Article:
Are you working long shifts and weekends but aren’t getting paid overtime pay because your employer classifies you as salaried? This may be a violation of your legal rights. There are laws that mandate how overtime pay is handled and which employees can be rightfully classified as salaried. If your employer has wrongfully classified you as salaried, you may have a case for unpaid overtime wages.
Why Would an Employer Classify Me as Salaried When I’m Not?
Sometimes, employers intentionally misclassify employees to avoid having to pay overtime pay or meal and rest breaks. If you are classified as salaried, you may not question working overtime without getting additional compensation. In reality, you may still qualify for overtime pay even if you are on salary. Claims to the contrary are often simply untrue.
Misclassifying an employee for the sake of not paying them overtime wages is illegal and unethical. Federal and California wage and hour laws have strict guidelines for employers on how they classify employees and how overtime hours and pay should be calculated.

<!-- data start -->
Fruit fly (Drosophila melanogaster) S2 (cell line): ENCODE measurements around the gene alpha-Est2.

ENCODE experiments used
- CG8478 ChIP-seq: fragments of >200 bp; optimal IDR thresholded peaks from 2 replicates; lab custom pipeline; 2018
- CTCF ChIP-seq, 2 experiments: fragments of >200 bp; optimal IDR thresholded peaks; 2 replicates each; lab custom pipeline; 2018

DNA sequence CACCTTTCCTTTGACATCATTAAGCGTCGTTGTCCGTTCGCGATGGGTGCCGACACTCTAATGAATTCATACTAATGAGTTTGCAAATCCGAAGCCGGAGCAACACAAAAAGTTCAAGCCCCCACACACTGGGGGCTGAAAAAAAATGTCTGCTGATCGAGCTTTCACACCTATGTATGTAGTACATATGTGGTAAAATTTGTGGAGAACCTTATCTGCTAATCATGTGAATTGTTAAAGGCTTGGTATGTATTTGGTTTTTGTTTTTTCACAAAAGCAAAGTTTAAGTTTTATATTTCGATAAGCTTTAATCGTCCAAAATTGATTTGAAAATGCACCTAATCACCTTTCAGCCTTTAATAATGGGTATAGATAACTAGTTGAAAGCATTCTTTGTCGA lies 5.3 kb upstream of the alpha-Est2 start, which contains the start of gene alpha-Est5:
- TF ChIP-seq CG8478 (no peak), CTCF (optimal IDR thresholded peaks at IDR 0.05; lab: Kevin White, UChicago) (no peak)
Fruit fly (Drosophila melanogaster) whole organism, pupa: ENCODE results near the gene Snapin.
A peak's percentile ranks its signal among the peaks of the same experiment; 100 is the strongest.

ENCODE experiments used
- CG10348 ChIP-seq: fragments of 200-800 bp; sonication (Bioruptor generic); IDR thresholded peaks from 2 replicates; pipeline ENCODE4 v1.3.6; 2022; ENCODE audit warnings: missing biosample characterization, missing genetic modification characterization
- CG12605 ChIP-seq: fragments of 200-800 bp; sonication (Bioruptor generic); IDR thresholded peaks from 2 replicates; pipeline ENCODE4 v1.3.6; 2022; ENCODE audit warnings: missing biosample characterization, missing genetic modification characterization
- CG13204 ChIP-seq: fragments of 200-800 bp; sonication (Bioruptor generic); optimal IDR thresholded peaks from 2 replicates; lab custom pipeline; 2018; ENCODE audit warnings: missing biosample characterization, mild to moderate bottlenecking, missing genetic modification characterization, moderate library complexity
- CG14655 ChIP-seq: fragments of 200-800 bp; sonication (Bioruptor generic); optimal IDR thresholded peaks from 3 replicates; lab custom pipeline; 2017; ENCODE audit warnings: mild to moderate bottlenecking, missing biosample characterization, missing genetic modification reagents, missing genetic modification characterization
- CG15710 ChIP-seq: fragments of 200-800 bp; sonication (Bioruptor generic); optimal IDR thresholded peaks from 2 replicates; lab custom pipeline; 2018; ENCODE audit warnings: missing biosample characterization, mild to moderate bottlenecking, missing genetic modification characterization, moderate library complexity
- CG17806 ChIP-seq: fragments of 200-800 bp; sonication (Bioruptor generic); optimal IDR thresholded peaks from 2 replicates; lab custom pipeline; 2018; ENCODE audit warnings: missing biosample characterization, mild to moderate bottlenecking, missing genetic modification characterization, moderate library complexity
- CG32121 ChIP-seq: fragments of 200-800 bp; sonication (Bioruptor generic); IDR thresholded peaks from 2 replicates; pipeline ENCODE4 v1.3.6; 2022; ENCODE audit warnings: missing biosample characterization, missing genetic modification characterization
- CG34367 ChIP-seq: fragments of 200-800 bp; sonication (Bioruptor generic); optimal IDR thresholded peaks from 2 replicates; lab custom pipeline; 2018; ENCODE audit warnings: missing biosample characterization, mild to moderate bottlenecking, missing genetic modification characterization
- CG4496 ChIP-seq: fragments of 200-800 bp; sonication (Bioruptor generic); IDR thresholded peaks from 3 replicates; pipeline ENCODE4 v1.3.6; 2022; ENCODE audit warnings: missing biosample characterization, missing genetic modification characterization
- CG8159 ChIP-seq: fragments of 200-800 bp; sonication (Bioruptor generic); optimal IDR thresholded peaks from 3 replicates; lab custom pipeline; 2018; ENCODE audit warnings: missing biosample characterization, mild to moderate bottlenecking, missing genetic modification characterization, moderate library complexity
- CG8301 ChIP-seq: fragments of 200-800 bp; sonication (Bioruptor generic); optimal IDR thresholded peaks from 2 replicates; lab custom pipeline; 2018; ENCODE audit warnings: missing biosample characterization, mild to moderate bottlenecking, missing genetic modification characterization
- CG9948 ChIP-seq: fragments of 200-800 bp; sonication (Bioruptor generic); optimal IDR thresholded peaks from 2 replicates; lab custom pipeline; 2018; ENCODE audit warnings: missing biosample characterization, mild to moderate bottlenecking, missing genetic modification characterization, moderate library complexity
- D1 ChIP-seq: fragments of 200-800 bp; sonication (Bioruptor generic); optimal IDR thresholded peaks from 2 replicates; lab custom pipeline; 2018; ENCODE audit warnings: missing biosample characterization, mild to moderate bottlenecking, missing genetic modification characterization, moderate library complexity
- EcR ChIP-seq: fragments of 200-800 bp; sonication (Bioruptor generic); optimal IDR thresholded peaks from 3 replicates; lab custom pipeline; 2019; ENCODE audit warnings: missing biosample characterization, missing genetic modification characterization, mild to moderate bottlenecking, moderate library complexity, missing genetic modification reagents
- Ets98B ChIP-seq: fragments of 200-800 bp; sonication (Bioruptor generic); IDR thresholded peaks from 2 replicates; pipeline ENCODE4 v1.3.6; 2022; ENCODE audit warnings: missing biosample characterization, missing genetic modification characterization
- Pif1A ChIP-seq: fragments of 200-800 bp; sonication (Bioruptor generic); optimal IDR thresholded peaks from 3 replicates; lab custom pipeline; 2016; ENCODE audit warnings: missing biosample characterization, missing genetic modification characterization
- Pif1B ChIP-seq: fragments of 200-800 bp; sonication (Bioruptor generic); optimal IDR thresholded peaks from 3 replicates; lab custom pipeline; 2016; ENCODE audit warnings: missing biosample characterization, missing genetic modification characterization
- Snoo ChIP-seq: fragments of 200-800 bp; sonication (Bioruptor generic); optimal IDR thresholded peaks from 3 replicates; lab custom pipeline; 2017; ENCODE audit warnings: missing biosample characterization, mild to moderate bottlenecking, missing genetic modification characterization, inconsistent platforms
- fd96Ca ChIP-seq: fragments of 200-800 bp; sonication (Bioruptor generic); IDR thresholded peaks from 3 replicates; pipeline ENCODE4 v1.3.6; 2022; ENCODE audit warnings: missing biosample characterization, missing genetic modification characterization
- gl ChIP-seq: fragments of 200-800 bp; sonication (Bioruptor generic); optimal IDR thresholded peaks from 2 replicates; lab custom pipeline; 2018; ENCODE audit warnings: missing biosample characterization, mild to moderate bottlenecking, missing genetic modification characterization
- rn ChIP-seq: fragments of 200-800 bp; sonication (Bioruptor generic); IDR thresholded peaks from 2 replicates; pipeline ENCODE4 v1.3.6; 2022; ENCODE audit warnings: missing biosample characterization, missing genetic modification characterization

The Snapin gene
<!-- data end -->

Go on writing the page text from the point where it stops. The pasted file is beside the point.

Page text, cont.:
What Can I do if I’m Wrongfully Being Denied Overtime?
If you believe that you are being misclassified and are owed overtime wages that you weren’t paid, you should contact and speak to an employment law attorney. The Fair Labor Standards Act (FLSA) and the California Labor Code provide that employees who are misclassified or denied overtime pay have rights and remedies. That means you could be entitled to the difference between the amount you were paid and the amount you should have been paid. In some cases, you can also pursue additional compensation and attorney fees.
If you would like to learn more about being misclassified, or you believe you have been wrongfully denied overtime pay, contact Proxy Law Firm. Let our employment law attorneys help you explore your rights and possible options to recover the wages you could be entitled to receive. Call us today for a free consultation!